Green’s Dictionary of Slang

paddy n.3

[the stereotyped temperamental instability of an Irishman, i.e. Paddy n. (1)]

a tantrum, a fit of temper.

[UK]G.A. Henty Dorothy’s Double I 132: They goes out looking red in the face, and in a regular paddy, and you can see by the way they grips their umbrellas they would like to give it to some one .
[UK]Sporting Times 24 Mar. 1/1: ‘I do wish you’d buck up and find a new laundress,’ said Adam one day, in a paddy, ‘there’s not a solitary button on these fig-leaves again!’.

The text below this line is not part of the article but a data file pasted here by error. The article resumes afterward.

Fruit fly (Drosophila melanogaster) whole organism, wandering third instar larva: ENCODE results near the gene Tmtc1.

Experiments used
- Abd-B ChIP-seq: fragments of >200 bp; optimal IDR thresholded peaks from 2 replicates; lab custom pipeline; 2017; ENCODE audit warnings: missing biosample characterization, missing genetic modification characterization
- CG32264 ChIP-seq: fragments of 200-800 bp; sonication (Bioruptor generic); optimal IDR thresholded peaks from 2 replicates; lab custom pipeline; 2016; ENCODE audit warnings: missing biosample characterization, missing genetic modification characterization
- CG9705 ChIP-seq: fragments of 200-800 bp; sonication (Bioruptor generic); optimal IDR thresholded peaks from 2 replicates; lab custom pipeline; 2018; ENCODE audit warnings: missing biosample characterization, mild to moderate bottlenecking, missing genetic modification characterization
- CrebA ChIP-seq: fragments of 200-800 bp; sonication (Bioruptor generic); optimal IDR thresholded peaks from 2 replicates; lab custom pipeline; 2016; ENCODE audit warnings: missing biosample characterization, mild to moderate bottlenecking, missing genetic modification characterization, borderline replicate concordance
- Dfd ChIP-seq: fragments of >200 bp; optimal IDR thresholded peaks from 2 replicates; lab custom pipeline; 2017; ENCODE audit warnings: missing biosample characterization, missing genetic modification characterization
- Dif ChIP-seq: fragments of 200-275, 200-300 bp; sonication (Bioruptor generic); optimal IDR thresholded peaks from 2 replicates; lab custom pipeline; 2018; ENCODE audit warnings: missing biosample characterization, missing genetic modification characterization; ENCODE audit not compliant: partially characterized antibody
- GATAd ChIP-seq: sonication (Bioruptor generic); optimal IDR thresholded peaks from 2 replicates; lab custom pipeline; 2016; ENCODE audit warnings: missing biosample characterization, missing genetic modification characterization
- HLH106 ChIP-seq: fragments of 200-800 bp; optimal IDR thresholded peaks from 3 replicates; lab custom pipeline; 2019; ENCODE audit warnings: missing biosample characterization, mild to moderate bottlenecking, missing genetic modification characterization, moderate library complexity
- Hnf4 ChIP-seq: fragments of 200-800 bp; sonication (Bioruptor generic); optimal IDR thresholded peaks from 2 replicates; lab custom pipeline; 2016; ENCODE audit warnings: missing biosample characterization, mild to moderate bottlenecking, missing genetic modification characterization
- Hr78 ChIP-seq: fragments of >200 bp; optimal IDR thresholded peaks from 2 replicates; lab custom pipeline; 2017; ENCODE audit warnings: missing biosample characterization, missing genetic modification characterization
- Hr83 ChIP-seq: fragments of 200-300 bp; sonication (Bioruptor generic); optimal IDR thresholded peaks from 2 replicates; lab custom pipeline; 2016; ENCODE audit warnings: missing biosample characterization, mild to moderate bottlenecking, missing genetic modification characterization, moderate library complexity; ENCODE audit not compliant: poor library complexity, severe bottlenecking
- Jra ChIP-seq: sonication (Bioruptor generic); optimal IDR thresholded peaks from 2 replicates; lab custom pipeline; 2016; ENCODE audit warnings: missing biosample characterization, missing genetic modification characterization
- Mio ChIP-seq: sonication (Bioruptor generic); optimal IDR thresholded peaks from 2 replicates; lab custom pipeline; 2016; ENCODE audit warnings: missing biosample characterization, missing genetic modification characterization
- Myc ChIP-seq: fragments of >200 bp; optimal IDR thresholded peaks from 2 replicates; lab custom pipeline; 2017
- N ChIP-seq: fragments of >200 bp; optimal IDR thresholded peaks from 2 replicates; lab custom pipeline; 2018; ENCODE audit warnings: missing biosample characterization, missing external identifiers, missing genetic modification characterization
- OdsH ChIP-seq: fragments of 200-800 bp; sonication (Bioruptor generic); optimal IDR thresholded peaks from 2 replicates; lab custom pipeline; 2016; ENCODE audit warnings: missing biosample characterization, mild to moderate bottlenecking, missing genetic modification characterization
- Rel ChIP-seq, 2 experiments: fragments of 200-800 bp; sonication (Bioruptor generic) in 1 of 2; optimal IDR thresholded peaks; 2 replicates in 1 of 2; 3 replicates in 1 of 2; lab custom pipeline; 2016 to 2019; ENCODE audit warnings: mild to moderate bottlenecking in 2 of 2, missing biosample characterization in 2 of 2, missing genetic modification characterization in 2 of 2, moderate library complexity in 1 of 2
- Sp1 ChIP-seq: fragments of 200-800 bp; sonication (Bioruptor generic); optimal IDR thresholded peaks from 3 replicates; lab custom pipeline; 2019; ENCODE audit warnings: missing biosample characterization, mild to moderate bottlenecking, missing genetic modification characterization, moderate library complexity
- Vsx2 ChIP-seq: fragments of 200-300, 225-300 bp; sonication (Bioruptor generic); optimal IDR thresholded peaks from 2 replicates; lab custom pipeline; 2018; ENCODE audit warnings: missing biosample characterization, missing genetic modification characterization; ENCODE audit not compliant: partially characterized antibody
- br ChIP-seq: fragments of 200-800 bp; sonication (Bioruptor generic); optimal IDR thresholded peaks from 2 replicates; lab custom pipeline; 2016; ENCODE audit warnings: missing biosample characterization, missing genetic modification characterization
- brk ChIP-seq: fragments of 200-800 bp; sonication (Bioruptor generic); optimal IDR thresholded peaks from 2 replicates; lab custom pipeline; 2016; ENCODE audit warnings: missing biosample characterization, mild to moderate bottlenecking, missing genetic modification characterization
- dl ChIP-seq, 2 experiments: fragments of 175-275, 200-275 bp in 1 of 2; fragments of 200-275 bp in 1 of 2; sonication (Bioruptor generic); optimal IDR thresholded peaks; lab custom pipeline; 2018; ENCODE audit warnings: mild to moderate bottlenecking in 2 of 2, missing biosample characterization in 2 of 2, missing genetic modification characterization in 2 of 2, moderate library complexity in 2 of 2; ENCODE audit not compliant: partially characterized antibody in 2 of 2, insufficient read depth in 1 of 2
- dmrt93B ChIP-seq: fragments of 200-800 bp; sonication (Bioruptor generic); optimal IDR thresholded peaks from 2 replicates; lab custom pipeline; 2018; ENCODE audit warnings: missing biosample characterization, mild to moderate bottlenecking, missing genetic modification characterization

[UK]E. Pugh Cockney At Home 67: ‘Strike me perpendicular!’ he says, a-takin’ off his coat all in a flare and fluster, and workin’ hisself up into a blind white paddy.
[Aus]A.W. Upfield House of Cain 200: Now, now! Don’t get into a paddy.
[UK]Film Fun 8 Sept. 24: Seeing the paddy he was in, Stan decided it would be as well to skip out of it.
[Aus]Cusack & James Come in Spinner (1960) 28: Nearly burst a blood vessel, the paddy he got into.
[UK]A. Sillitoe Start in Life (1979) 338: I’d get into a paddy and throw pots around.
[UK]Beano Comic Library No. 96 38: Don’t get in such a paddy.
[UK]Indep. 16 June 6: We shouldn’t get into a paddy about the decline of formal marriage.
OnLine Dict. of Playground Sl. 🌐 paddy n. 1) benny/eppy 2) the state of being one adopts on becoming irate.